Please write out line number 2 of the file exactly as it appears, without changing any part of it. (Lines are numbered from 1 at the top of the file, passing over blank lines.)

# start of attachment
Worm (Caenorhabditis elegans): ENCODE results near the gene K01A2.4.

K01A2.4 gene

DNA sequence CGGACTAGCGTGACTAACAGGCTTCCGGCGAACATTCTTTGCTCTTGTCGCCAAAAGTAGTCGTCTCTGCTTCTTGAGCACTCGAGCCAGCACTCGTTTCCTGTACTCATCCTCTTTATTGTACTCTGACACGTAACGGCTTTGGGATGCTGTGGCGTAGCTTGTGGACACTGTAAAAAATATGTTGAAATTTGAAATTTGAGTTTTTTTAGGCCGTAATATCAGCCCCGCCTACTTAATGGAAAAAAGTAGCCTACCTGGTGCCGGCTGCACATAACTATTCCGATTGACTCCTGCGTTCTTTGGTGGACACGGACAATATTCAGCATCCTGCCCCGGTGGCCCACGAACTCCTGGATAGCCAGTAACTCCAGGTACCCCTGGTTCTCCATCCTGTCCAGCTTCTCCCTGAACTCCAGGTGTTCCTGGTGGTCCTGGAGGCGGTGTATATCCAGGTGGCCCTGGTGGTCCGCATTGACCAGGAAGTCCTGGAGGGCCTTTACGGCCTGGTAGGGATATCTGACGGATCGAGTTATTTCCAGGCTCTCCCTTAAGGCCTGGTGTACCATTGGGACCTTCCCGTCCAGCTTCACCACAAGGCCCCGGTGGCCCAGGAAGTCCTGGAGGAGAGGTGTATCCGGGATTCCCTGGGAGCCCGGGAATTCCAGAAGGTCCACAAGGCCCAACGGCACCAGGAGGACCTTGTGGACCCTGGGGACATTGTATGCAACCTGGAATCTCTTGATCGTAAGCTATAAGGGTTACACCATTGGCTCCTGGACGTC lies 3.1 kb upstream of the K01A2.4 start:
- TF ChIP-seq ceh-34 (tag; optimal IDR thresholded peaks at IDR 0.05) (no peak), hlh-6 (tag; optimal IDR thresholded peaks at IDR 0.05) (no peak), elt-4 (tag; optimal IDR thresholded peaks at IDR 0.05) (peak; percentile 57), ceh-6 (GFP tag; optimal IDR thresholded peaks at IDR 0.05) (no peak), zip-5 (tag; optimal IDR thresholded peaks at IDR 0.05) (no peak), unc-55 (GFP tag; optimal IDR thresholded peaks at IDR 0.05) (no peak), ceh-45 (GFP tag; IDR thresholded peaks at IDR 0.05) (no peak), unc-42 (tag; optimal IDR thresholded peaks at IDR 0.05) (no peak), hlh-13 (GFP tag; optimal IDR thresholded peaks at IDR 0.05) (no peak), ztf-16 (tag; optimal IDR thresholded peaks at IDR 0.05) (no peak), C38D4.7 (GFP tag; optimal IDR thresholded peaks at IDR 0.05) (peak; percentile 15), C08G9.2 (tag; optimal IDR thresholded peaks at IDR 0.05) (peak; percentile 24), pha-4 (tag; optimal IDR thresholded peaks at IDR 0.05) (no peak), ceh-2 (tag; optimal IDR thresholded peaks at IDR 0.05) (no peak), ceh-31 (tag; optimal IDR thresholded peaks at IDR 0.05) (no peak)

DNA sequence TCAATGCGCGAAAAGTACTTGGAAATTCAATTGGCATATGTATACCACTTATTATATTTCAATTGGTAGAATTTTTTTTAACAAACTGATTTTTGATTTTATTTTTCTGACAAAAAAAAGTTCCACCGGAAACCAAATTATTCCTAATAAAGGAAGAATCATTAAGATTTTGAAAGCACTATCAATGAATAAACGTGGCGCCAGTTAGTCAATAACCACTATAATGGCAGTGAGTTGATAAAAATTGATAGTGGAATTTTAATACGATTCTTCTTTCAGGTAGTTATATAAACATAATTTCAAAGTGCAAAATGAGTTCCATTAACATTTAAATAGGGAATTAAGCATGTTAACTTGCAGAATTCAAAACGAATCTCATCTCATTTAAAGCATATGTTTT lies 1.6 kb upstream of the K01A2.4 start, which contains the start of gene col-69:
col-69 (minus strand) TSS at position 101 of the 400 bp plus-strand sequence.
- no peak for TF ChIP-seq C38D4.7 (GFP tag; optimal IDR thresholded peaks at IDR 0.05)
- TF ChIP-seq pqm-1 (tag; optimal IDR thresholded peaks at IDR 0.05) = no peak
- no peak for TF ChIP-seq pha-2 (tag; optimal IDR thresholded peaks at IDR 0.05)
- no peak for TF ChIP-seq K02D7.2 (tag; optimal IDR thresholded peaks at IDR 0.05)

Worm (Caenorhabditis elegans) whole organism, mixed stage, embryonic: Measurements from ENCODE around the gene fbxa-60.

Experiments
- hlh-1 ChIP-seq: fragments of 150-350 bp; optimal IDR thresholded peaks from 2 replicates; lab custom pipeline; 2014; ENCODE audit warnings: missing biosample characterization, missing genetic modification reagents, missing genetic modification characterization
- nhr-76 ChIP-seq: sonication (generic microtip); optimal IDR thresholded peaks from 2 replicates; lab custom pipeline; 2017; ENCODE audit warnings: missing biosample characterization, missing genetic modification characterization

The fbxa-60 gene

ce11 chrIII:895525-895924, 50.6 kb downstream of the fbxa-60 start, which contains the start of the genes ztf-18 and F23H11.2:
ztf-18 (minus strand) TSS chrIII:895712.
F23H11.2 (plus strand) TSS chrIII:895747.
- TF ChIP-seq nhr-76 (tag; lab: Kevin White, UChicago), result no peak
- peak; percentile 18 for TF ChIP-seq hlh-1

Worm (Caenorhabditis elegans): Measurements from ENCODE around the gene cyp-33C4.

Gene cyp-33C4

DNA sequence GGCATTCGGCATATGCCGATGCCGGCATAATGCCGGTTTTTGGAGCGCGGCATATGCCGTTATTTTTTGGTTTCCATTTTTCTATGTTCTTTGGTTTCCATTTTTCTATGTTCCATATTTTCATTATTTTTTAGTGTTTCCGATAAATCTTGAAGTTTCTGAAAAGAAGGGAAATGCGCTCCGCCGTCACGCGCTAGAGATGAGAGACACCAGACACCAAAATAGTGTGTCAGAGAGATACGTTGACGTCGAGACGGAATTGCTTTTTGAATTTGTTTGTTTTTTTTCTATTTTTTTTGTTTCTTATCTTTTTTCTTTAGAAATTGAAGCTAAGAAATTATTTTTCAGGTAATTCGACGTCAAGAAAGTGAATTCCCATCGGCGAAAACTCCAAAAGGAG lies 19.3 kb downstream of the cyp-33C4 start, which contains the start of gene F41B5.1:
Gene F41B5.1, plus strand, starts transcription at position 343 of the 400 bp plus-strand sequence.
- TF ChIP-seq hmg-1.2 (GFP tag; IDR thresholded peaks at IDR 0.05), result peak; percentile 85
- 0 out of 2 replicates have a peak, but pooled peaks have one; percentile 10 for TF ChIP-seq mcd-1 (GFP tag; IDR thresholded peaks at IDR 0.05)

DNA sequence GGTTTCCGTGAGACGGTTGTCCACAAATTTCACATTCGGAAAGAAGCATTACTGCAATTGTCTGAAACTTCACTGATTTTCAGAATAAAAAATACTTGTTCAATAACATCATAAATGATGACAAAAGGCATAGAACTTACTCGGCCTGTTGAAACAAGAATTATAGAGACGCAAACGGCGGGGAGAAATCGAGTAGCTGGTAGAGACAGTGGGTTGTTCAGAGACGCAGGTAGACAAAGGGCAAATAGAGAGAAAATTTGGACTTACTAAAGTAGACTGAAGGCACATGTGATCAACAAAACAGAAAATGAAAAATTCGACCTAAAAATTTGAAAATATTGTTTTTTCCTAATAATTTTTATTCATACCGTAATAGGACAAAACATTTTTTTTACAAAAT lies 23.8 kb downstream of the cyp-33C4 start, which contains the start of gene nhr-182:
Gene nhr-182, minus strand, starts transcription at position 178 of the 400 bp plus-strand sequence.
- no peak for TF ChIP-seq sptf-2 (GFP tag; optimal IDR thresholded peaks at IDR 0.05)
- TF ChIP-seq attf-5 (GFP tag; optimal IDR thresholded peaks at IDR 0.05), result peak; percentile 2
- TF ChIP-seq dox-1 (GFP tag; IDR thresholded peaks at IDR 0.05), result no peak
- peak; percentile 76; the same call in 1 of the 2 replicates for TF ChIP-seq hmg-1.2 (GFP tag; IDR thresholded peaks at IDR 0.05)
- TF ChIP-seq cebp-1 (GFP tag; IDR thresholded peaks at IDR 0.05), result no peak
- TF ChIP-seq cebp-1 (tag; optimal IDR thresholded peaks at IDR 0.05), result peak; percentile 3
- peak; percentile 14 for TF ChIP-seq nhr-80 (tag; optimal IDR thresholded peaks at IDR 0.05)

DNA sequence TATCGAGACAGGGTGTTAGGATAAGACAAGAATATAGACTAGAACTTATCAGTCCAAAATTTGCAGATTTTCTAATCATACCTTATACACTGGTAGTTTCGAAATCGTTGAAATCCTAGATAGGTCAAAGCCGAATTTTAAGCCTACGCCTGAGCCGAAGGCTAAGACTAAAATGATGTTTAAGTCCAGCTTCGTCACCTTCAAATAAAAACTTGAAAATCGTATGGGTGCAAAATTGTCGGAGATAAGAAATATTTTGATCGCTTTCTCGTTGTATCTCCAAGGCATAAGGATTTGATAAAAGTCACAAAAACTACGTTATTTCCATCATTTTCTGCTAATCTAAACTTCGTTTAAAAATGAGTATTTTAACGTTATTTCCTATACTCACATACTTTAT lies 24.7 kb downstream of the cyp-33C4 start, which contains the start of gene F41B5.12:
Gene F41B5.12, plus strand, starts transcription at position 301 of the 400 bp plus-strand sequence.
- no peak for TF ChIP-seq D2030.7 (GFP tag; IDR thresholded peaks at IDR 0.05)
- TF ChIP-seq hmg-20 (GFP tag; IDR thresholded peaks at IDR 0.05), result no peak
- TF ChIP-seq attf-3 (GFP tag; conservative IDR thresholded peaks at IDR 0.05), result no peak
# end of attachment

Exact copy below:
K01A2.4 gene